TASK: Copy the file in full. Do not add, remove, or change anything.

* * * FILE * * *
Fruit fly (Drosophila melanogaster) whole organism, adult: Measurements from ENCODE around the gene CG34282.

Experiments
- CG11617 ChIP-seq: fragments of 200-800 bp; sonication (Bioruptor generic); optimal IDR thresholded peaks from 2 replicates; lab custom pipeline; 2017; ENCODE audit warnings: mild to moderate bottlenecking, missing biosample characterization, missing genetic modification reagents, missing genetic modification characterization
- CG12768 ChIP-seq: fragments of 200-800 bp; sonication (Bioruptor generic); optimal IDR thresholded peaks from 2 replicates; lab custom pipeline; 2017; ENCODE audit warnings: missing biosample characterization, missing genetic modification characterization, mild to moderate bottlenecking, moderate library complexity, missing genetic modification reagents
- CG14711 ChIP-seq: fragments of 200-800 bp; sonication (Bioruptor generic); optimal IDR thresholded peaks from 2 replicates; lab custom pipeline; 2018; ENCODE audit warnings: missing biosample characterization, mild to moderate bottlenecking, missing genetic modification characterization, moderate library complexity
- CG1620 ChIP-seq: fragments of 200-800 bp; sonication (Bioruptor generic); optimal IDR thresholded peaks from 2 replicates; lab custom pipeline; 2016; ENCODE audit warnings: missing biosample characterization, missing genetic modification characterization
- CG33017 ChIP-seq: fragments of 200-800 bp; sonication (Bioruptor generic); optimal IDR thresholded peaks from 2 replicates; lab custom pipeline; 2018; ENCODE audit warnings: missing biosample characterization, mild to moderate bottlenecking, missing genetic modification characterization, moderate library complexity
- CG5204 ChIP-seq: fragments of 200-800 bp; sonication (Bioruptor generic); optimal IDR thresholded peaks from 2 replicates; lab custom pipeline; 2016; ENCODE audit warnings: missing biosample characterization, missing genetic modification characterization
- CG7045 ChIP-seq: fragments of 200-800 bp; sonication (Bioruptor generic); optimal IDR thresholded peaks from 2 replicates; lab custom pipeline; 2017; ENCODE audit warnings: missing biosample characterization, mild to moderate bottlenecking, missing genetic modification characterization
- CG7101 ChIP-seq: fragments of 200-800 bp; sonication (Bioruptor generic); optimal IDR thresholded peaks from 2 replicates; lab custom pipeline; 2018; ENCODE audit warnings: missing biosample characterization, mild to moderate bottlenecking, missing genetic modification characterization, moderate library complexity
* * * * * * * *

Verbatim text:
Fruit fly (Drosophila melanogaster) whole organism, adult: Measurements from ENCODE around the gene CG34282.

Experiments
- CG11617 ChIP-seq: fragments of 200-800 bp; sonication (Bioruptor generic); optimal IDR thresholded peaks from 2 replicates; lab custom pipeline; 2017; ENCODE audit warnings: mild to moderate bottlenecking, missing biosample characterization, missing genetic modification reagents, missing genetic modification characterization
- CG12768 ChIP-seq: fragments of 200-800 bp; sonication (Bioruptor generic); optimal IDR thresholded peaks from 2 replicates; lab custom pipeline; 2017; ENCODE audit warnings: missing biosample characterization, missing genetic modification characterization, mild to moderate bottlenecking, moderate library complexity, missing genetic modification reagents
- CG14711 ChIP-seq: fragments of 200-800 bp; sonication (Bioruptor generic); optimal IDR thresholded peaks from 2 replicates; lab custom pipeline; 2018; ENCODE audit warnings: missing biosample characterization, mild to moderate bottlenecking, missing genetic modification characterization, moderate library complexity
- CG1620 ChIP-seq: fragments of 200-800 bp; sonication (Bioruptor generic); optimal IDR thresholded peaks from 2 replicates; lab custom pipeline; 2016; ENCODE audit warnings: missing biosample characterization, missing genetic modification characterization
- CG33017 ChIP-seq: fragments of 200-800 bp; sonication (Bioruptor generic); optimal IDR thresholded peaks from 2 replicates; lab custom pipeline; 2018; ENCODE audit warnings: missing biosample characterization, mild to moderate bottlenecking, missing genetic modification characterization, moderate library complexity
- CG5204 ChIP-seq: fragments of 200-800 bp; sonication (Bioruptor generic); optimal IDR thresholded peaks from 2 replicates; lab custom pipeline; 2016; ENCODE audit warnings: missing biosample characterization, missing genetic modification characterization
- CG7045 ChIP-seq: fragments of 200-800 bp; sonication (Bioruptor generic); optimal IDR thresholded peaks from 2 replicates; lab custom pipeline; 2017; ENCODE audit warnings: missing biosample characterization, mild to moderate bottlenecking, missing genetic modification characterization
- CG7101 ChIP-seq: fragments of 200-800 bp; sonication (Bioruptor generic); optimal IDR thresholded peaks from 2 replicates; lab custom pipeline; 2018; ENCODE audit warnings: missing biosample characterization, mild to moderate bottlenecking, missing genetic modification characterization, moderate library complexity